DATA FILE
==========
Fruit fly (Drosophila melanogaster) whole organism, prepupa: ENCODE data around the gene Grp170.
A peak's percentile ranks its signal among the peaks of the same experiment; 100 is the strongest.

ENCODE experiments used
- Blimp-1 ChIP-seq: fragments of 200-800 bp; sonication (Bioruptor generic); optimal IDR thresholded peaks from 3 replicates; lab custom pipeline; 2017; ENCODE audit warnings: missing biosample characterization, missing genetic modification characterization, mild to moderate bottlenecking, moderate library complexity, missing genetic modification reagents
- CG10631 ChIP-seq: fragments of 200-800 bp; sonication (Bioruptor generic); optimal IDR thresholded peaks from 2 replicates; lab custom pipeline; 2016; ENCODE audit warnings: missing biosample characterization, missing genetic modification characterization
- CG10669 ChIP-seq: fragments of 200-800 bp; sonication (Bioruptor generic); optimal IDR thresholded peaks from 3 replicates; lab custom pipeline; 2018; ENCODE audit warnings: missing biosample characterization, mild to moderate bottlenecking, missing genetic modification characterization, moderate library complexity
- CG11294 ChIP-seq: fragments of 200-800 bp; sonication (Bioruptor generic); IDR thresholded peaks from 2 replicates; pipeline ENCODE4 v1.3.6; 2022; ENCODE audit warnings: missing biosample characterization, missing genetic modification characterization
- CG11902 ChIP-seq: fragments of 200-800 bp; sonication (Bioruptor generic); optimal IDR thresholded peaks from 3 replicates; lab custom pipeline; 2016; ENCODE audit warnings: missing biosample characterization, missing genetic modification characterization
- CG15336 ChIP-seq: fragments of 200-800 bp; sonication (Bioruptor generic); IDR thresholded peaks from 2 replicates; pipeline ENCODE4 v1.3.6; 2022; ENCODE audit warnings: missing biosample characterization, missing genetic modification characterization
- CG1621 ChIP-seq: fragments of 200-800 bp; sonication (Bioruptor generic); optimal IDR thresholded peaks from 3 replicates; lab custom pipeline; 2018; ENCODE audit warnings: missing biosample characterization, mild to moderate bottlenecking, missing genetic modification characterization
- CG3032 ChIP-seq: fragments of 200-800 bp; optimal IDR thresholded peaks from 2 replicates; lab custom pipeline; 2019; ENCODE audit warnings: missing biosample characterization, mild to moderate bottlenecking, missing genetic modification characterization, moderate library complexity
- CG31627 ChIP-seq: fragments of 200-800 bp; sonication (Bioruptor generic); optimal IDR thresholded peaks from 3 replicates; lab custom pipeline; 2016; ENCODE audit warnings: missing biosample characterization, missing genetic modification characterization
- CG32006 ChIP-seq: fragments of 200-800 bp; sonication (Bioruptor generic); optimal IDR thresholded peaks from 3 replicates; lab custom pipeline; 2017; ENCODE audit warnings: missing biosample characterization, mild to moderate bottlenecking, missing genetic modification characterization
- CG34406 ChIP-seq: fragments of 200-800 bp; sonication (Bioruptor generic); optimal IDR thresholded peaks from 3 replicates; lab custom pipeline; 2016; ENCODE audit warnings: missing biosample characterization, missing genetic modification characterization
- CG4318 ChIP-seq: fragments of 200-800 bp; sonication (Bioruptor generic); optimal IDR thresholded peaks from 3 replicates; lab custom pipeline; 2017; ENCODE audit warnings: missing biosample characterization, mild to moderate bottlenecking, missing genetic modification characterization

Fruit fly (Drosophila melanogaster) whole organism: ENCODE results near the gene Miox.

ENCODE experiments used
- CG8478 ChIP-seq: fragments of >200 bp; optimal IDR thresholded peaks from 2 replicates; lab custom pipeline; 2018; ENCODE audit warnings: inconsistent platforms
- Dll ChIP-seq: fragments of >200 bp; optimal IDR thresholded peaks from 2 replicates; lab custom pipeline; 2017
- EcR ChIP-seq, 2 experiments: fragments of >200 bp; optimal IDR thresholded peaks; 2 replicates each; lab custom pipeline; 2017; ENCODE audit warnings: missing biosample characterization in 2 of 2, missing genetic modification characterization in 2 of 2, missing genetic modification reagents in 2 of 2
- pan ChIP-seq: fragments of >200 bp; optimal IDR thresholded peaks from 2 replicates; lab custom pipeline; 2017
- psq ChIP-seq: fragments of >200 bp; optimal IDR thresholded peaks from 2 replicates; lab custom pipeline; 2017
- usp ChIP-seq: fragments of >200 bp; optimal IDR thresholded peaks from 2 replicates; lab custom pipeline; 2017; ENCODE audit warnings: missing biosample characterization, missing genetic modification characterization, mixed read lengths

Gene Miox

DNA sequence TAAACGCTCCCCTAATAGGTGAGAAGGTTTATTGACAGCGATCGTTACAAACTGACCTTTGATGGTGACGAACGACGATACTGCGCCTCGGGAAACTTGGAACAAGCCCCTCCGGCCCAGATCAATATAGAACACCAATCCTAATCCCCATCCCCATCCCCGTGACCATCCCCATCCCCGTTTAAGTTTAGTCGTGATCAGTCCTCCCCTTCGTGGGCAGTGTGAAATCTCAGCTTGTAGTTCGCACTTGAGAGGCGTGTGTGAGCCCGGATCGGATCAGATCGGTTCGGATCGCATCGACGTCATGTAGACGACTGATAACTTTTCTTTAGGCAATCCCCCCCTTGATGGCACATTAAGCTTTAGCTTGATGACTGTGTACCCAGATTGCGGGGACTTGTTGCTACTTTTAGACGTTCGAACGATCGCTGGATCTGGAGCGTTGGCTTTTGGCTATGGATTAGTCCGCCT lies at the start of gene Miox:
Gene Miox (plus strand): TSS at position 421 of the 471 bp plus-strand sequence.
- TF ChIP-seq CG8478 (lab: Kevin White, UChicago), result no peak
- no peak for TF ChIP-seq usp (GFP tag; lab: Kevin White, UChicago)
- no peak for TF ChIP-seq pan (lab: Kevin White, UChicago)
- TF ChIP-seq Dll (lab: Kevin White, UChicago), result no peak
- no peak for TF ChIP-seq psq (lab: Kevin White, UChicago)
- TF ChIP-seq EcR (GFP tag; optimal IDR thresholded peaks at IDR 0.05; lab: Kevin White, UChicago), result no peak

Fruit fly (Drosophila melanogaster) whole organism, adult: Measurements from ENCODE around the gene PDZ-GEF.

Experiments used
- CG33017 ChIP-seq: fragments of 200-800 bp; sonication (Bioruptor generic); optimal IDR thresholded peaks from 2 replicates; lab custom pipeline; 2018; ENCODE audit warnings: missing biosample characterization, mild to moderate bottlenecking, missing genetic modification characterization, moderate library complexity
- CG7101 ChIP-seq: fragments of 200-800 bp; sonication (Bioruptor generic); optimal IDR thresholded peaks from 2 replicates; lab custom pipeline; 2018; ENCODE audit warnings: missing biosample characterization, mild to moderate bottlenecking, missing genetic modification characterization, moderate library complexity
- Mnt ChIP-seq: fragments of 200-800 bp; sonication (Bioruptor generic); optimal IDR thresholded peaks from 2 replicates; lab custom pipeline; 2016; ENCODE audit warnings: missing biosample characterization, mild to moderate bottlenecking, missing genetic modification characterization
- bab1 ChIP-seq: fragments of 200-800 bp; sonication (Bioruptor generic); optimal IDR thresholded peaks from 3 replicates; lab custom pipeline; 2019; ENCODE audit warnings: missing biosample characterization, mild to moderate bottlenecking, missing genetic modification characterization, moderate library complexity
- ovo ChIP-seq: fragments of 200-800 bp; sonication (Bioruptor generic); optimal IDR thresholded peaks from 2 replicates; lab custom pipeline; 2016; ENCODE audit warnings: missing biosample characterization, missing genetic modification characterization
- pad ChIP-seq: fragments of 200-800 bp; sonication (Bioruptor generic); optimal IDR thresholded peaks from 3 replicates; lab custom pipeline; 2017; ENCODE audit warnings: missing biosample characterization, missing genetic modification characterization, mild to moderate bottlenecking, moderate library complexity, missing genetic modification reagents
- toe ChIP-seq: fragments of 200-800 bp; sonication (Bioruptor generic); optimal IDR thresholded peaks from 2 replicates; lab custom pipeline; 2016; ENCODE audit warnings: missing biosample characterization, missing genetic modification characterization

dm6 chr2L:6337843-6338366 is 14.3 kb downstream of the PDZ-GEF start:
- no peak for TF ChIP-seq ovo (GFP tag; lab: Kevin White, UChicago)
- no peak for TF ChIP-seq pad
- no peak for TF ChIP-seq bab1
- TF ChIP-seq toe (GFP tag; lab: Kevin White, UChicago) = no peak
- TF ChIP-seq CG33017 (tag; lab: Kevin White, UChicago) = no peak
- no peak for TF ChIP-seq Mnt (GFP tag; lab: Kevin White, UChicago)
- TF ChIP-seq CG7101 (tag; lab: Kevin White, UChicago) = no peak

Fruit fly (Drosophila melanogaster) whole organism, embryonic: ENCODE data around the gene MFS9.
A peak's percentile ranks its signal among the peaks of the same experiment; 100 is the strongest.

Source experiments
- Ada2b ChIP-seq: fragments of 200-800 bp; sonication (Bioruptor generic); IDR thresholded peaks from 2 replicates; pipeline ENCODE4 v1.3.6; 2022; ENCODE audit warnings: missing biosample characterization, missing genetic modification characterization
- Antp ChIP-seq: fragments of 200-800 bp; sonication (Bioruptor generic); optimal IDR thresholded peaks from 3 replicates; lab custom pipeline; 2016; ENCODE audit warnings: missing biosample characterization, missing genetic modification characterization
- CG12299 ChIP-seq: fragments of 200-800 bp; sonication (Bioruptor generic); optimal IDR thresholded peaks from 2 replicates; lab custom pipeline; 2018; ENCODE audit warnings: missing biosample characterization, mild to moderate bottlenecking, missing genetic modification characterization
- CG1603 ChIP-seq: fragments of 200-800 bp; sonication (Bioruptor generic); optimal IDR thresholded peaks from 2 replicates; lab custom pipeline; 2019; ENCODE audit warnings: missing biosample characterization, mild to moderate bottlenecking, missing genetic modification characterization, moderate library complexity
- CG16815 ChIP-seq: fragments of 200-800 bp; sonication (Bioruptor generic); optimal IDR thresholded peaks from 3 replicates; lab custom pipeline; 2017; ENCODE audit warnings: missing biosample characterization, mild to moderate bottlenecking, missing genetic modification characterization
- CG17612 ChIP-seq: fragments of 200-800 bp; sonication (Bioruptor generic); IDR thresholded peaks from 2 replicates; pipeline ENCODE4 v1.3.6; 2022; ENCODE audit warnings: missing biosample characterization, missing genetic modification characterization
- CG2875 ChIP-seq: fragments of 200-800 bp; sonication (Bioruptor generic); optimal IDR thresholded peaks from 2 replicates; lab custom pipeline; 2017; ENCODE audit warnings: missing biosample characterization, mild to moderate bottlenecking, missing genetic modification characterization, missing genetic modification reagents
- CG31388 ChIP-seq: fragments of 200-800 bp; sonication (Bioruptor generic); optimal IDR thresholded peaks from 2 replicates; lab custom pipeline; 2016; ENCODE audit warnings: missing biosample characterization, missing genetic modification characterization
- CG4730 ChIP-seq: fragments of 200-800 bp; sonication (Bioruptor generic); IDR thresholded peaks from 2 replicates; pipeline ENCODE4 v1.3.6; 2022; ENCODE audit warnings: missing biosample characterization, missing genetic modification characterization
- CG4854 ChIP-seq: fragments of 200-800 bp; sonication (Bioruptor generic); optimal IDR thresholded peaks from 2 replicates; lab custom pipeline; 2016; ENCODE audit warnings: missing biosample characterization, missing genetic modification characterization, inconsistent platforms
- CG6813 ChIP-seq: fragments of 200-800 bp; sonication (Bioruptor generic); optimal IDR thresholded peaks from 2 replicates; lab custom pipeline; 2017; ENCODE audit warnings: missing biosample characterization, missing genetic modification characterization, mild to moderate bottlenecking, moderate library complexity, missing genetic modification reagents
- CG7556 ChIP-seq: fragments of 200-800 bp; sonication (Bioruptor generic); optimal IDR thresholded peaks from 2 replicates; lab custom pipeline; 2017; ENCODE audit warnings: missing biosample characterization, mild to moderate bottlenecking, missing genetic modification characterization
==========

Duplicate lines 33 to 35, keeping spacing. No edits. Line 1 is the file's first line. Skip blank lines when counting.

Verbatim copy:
Fruit fly (Drosophila melanogaster) whole organism, adult: Measurements from ENCODE around the gene PDZ-GEF.

Experiments used
- CG33017 ChIP-seq: fragments of 200-800 bp; sonication (Bioruptor generic); optimal IDR thresholded peaks from 2 replicates; lab custom pipeline; 2018; ENCODE audit warnings: missing biosample characterization, mild to moderate bottlenecking, missing genetic modification characterization, moderate library complexity